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Aftenposten editor-in-chief Espen Egil Hansen stands next to an image of the paper's front page, which shows the iconic war photo Facebook continues to censor. (Photo: Aftenposten)

Facebook Under Fire for Censoring One of the Most Iconic War Photos

'Facebook's censorship is an attack on the freedom of expression—and therefore on democracy'

Andrea Germanos

Facebook is under fire for censoring an iconic, Pulitzer Prize-winning photo of the horrors of the Vietnam war, with the social media site's chief, Mark Zuckerberg, being accused of "abusing his power," trying "to change history," and even waging an attack on democracy itself.

The row involving the 1972 photo by Nick Ut depicting children, including a naked nine-year-old girl, fleeing a napalm attack reportedly broke out last month when Norwegian author Tom Egeland posted it along with six others he said "changed the history of warfare," according to the Guardian.

Facebook removed the photo, saying it was in violation of the site's nudity policy, and later banned Egeland. 

But public response was swift. According to TheLocal.no, Facebook's decision "led to a strong backlash in Norway, with many Norwegian users posting the photo in defiance of what many felt was unnecessary censorship of an important historical image. " The Norwegian Journalism Assoication also encouraged news outlets to share the image.  And it prompted "a string of Norwegian politicians" to post the image as well, the Guardian reports.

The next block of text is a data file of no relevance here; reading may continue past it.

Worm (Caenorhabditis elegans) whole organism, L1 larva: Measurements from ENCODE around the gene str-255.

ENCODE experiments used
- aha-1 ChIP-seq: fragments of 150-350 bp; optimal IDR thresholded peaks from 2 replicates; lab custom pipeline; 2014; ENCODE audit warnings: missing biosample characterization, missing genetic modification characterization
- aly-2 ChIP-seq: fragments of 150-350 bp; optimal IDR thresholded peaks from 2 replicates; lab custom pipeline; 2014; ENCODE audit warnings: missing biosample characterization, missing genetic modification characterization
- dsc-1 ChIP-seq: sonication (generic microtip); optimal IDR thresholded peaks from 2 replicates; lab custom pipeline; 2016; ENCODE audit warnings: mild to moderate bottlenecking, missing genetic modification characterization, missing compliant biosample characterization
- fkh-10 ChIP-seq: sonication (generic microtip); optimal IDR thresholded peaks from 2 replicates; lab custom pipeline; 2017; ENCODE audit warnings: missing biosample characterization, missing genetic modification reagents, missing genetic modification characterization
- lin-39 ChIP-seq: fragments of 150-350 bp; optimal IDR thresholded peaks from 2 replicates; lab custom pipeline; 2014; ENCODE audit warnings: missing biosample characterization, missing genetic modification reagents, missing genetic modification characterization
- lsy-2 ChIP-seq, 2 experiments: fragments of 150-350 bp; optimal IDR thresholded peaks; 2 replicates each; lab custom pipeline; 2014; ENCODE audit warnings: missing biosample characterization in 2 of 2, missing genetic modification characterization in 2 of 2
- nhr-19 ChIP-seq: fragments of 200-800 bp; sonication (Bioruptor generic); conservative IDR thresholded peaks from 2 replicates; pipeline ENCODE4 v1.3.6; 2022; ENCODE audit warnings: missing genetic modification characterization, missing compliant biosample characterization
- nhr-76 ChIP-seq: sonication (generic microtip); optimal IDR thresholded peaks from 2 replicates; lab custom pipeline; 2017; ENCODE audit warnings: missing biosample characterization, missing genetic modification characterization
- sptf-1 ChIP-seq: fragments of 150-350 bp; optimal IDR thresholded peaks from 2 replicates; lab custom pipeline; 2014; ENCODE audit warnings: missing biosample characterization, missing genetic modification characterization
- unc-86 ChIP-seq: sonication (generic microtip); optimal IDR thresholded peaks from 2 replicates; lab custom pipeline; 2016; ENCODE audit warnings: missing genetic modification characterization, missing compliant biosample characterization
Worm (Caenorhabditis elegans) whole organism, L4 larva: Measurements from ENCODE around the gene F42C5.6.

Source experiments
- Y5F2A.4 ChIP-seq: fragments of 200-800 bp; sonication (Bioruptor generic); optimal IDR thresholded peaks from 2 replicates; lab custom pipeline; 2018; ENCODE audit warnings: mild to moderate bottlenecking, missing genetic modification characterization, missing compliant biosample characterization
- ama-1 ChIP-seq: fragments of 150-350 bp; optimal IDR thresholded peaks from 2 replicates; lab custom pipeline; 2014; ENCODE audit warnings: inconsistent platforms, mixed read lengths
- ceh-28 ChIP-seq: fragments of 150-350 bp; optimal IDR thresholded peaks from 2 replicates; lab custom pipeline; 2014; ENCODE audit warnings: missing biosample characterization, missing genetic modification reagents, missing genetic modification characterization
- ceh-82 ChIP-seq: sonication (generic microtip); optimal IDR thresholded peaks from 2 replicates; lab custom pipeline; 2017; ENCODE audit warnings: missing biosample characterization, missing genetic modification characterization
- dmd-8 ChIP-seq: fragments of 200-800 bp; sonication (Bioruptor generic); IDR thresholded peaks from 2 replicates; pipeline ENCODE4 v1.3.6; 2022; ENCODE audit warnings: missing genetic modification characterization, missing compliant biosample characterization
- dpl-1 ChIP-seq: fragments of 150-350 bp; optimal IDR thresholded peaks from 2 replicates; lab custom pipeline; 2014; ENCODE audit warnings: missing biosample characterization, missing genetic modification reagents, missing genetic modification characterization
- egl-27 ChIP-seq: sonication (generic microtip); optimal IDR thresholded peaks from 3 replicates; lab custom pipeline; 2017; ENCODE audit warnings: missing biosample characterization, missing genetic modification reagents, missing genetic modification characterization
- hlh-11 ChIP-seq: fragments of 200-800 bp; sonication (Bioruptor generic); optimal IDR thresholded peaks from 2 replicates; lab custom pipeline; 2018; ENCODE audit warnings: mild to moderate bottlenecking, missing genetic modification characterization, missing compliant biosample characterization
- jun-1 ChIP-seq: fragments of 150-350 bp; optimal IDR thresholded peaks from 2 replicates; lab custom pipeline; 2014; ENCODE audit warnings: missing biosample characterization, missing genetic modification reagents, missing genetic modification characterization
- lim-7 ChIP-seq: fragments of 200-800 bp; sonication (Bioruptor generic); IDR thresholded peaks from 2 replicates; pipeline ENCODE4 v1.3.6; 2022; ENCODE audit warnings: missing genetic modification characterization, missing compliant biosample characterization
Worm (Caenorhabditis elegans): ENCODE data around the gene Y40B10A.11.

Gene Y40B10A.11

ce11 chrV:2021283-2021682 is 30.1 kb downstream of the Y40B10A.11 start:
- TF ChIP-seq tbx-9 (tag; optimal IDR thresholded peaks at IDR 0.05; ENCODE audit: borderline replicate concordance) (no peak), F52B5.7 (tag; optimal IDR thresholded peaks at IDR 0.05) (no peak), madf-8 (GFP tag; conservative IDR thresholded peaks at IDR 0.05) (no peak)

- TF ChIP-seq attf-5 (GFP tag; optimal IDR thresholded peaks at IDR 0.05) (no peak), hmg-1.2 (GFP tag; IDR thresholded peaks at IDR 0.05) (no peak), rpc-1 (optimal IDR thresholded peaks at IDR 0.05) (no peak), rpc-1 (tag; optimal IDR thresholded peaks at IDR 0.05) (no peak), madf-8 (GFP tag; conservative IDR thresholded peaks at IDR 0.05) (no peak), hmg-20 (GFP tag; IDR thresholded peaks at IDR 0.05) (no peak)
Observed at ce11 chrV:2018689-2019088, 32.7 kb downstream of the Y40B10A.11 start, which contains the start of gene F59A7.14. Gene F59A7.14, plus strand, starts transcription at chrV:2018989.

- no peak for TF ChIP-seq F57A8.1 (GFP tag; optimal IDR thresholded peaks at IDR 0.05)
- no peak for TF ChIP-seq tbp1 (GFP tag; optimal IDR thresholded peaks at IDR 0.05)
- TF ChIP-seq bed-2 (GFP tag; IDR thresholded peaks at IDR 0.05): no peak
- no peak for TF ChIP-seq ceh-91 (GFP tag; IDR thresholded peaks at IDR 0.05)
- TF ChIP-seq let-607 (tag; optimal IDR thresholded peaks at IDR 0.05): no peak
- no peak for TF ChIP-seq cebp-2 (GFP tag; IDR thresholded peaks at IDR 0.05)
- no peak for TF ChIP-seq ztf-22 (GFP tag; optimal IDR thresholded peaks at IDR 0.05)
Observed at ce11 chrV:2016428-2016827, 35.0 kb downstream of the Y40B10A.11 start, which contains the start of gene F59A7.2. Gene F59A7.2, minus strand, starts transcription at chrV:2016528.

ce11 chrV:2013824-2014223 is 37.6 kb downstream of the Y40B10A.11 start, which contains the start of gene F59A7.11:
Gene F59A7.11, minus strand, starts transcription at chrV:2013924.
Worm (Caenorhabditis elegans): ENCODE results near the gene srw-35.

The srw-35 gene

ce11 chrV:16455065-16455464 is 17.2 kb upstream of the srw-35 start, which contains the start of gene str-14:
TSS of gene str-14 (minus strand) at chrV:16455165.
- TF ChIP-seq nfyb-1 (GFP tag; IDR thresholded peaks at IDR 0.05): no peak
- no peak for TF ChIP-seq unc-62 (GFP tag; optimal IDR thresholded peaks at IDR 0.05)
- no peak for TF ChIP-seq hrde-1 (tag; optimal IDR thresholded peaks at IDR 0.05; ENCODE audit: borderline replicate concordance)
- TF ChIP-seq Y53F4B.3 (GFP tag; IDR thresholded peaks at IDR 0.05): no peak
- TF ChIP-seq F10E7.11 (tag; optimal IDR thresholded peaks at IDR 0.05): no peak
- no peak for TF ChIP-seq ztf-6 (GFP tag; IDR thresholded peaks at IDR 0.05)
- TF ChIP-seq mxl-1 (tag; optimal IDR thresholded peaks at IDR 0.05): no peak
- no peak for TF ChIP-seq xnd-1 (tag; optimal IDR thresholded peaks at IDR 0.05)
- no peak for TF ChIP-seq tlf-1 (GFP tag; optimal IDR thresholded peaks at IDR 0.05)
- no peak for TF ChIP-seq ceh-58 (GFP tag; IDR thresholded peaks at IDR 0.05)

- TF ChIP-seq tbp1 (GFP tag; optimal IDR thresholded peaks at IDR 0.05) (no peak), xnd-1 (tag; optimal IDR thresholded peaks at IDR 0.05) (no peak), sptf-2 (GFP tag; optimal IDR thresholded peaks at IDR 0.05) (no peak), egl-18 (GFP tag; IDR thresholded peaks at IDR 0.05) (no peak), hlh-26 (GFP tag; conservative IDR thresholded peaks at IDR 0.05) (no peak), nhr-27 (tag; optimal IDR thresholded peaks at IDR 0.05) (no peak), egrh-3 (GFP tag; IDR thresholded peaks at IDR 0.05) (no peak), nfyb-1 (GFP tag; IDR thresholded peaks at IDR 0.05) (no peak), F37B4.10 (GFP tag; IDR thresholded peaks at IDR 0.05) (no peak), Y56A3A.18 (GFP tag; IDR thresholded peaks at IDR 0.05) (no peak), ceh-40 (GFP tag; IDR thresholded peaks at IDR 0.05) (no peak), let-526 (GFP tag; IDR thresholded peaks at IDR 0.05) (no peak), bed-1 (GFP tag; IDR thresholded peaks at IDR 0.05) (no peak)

Among them was Prime Minister Erna Solberg, who posted the photo to her page on Friday, writing that it "shaped world history."

"Facebook is making a mistake when it censors these types of photos. It contributes to limiting the freedom of expression," she wrote. Facebook deleted that post, but Solberg later posted the photo again, this time with a black box over most of the girl, and also posted several other well-known historical photos with black boxes. In her newer post, she writes, "What Facebook does by removing images of this kind, good as the intentions may be, is to edit our common history."

Bringing further attention to the controversy on Friday, the editor-in-chief of Norway's biggest newspaper, Aftenposten, published an open letter to Zuckerberg after Facebook deleted Ut's photo from their page.

Espen Egil Hansen writes that he feels the letter is necessary because he is "upset, disappointed—well, in fact even afraid—of what you are about to do to a mainstay of our democratic society."

He writes that Zuckerberg creates "rules that don't distinguish between child pornography and famous war photographs."

Calling Zuckerberg "the world’s most powerful editor," he writes, "I think you are abusing your power." He later asks:

Mark, please try to envision a new war where children will be the victims of barrel bombs or nerve gas. Would you once again intercept the documentation of cruelties, just because a tiny minority might possibly be offended by images of naked children, or because a pedophile person somewhere might see the picture as pornography?

Rolv Erik Ryssdal, the head of Aftenposten's publisher, Schibsted, also criticized the photo removal, saying, "Facebook’s censorship is an attack on the freedom of expression—and therefore on democracy."

As for Kim Phuc, the now 53-year-old who was depicted in the photo, a spokesperson says she "is saddened by those who would focus on the nudity in the historic picture rather than the powerful message it conveys."


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